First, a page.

What the Washington Times of Tuesday, 17 April, aptly headlined as the “Massacre at Virginia Tech” is a tragedy that should—that must—teach this country a number of serious lessons.
First, that all so-called “gun-free zones” are exceedingly dangerous places. For all “gun-free zones” amount to “self-defense prohibition zones” for honest citizens, and therefore “free-fire zones” for psychopaths, “terrorists,” and other homicidal criminals. If common sense did not, certainly the experiences documented by researchers such as John Lott confirm that the less “gun free” an area is (in terms of firearms in the immediate possession of honest citizens ready and willing to use them), the less violent crime occurs there.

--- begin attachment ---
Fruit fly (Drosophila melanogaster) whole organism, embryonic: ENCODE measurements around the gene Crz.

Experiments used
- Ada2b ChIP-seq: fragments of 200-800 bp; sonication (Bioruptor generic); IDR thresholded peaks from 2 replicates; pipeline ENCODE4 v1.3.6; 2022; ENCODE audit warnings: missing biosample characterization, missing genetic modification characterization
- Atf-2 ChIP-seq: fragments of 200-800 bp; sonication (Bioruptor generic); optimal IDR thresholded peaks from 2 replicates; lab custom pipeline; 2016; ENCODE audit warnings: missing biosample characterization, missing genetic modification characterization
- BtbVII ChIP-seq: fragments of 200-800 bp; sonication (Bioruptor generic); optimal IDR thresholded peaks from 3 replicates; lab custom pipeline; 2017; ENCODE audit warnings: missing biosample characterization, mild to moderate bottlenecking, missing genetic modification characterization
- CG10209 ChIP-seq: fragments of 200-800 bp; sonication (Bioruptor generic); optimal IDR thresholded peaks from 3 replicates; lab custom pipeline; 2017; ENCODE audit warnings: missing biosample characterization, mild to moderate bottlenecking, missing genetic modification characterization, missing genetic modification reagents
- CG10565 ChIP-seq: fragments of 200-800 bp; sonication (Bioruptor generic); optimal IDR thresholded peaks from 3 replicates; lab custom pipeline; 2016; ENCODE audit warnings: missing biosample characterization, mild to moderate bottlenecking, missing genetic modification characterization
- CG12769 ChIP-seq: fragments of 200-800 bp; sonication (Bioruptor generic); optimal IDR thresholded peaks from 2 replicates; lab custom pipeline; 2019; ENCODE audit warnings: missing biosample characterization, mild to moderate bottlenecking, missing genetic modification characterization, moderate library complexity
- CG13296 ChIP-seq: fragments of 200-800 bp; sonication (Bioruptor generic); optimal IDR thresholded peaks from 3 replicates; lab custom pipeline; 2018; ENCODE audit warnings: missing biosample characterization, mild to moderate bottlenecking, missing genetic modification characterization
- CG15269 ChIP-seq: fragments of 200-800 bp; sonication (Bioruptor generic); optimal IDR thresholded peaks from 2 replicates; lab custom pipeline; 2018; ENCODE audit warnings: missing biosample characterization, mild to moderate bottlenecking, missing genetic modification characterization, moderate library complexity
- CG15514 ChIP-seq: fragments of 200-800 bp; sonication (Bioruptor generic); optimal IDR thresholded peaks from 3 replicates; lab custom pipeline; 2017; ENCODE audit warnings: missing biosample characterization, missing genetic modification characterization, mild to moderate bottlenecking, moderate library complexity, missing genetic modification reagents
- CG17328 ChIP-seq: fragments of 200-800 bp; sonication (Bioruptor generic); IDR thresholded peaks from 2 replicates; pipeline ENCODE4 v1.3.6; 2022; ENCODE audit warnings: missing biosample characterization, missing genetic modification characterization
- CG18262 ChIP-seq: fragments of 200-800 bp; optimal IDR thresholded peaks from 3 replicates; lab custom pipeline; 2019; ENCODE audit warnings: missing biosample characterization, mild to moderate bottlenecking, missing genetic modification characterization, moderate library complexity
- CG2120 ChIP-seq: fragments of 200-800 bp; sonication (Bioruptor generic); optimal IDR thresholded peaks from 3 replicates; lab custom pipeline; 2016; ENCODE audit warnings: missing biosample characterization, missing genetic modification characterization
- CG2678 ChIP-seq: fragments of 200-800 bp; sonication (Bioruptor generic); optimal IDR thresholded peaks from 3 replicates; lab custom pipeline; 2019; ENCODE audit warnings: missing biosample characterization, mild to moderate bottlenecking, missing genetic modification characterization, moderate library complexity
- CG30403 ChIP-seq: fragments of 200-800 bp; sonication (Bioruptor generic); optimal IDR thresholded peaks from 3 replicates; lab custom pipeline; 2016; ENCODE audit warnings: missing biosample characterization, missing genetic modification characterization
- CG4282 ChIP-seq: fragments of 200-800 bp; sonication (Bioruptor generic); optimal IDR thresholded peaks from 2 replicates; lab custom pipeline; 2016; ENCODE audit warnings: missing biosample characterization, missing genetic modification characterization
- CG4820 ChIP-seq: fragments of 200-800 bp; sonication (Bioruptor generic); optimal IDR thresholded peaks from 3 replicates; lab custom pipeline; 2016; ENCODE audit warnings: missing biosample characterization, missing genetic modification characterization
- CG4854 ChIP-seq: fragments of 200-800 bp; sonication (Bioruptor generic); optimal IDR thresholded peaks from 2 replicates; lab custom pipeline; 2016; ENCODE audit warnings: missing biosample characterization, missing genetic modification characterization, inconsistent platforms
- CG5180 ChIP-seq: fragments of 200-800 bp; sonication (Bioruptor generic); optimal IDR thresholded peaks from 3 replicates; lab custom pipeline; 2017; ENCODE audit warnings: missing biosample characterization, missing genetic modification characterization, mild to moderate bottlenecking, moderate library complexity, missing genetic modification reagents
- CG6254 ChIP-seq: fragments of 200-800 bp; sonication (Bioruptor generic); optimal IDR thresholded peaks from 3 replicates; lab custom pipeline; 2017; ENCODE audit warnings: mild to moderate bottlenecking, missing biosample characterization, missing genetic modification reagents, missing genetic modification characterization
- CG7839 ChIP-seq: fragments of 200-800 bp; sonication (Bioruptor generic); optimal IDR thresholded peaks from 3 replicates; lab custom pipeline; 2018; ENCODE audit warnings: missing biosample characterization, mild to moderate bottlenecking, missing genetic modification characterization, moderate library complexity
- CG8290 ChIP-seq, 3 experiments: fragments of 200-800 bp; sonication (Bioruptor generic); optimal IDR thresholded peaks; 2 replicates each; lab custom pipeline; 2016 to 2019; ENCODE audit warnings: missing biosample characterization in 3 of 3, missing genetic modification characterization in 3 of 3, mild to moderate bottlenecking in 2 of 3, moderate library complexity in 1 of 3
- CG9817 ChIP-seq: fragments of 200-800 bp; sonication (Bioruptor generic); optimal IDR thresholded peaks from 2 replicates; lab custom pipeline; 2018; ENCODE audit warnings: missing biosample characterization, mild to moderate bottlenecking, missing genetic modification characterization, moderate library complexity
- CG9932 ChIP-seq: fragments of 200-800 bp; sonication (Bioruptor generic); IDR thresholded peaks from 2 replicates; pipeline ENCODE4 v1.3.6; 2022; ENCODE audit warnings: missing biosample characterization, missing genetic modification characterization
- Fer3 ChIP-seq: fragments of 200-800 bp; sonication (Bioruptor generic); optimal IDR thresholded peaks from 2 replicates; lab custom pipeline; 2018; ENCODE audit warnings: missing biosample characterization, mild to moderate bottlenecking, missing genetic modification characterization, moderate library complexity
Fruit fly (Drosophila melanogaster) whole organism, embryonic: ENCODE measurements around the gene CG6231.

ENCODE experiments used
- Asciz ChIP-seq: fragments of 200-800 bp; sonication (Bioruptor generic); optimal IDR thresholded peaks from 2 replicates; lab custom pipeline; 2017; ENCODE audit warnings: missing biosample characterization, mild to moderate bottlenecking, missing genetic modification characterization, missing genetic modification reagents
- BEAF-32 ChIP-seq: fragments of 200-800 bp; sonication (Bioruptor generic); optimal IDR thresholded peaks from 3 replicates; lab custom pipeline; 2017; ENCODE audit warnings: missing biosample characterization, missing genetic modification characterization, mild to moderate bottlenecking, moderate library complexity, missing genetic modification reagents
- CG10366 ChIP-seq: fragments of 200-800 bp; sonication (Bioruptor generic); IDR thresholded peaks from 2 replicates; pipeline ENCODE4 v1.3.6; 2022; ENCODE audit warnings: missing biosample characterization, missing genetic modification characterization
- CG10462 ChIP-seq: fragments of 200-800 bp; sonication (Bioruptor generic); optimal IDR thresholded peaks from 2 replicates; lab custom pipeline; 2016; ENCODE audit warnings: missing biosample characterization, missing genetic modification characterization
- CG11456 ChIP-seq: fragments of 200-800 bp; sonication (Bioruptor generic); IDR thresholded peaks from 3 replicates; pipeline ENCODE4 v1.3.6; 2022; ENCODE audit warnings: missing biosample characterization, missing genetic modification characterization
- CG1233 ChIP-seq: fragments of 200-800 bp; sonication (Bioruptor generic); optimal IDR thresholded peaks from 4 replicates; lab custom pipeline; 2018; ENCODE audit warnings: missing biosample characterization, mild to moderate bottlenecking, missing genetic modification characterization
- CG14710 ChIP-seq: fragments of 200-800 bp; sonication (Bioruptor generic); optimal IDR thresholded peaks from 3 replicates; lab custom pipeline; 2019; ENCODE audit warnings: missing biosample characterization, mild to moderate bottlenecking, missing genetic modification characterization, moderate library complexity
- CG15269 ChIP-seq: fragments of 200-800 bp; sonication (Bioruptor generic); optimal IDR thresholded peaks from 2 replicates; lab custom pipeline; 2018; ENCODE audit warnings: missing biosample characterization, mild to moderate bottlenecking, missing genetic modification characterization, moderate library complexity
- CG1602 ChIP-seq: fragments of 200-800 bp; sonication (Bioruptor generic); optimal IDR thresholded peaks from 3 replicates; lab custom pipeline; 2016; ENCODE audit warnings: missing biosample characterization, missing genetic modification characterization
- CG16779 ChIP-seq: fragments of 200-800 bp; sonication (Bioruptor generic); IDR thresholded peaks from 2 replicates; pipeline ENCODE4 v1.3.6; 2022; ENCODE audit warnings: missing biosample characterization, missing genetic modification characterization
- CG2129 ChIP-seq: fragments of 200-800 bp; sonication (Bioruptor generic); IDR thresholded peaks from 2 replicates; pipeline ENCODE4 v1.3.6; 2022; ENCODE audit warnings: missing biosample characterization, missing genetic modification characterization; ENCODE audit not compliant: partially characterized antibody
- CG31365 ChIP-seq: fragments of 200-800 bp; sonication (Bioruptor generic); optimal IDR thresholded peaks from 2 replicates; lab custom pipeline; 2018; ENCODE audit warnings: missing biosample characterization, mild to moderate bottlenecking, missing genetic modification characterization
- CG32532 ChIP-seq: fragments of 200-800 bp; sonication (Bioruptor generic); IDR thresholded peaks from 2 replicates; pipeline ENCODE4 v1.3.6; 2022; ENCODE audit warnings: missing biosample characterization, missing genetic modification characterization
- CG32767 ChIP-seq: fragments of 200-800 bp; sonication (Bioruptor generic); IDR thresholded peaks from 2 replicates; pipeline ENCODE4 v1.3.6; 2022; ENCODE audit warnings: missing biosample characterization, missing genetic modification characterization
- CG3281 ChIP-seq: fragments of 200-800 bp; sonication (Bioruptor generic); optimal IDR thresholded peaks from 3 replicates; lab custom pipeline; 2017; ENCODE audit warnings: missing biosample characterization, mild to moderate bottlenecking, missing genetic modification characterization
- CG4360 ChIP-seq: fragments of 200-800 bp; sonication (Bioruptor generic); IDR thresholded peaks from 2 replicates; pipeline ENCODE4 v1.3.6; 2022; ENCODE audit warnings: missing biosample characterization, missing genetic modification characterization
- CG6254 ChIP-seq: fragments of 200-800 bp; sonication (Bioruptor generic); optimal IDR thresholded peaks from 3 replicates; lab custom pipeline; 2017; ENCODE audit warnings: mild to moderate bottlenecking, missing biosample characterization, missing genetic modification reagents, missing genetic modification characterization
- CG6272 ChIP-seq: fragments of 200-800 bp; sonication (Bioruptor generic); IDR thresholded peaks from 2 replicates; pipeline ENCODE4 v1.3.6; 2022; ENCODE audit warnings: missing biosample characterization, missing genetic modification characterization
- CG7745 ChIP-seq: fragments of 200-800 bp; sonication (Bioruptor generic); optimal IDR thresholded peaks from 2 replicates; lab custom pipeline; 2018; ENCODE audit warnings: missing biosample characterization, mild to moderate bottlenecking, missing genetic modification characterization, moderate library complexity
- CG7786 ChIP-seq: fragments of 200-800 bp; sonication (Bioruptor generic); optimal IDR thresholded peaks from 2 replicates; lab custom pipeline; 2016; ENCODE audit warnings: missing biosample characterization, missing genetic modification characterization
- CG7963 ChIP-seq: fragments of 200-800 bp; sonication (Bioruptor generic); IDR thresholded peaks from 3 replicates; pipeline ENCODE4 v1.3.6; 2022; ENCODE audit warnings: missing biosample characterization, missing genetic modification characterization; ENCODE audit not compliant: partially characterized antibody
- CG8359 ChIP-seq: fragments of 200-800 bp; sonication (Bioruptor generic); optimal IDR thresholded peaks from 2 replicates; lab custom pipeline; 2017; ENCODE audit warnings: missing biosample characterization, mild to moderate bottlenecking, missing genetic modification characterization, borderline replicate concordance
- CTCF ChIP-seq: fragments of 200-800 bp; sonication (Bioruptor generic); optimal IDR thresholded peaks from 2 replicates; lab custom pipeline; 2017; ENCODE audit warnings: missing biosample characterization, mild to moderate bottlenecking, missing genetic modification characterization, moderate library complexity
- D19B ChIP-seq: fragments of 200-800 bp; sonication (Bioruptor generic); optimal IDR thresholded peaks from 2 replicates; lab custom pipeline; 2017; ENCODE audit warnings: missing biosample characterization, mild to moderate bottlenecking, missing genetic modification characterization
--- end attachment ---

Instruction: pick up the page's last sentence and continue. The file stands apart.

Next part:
Virginia Tech has long been a “gun-free zone” for the purposes of its students’ self-defense. In the name of preventing violence, the university has prohibited every student with a Virginia license to carry a concealed firearm from doing so on campus. Surely debatable is whether such a regulation is even legal—given that such a license is a Virginia statutory right of any individual who qualifies for it (and, I should argue, a constitutional right as well) that no mere administrative body has any authority to deny. Beyond dispute is that events have written in blood just how disastrously that idea worked on Monday, 16 April 2007: Apparently everyone among the student body obeyed the edict, except the killer. The regulation perhaps disarmed students who might otherwise have legally been carrying a firearm with which they could have stopped the killer in his tracks. And the police, who were armed and on the campus, proved ineffective, because they were not on the scene. (continued)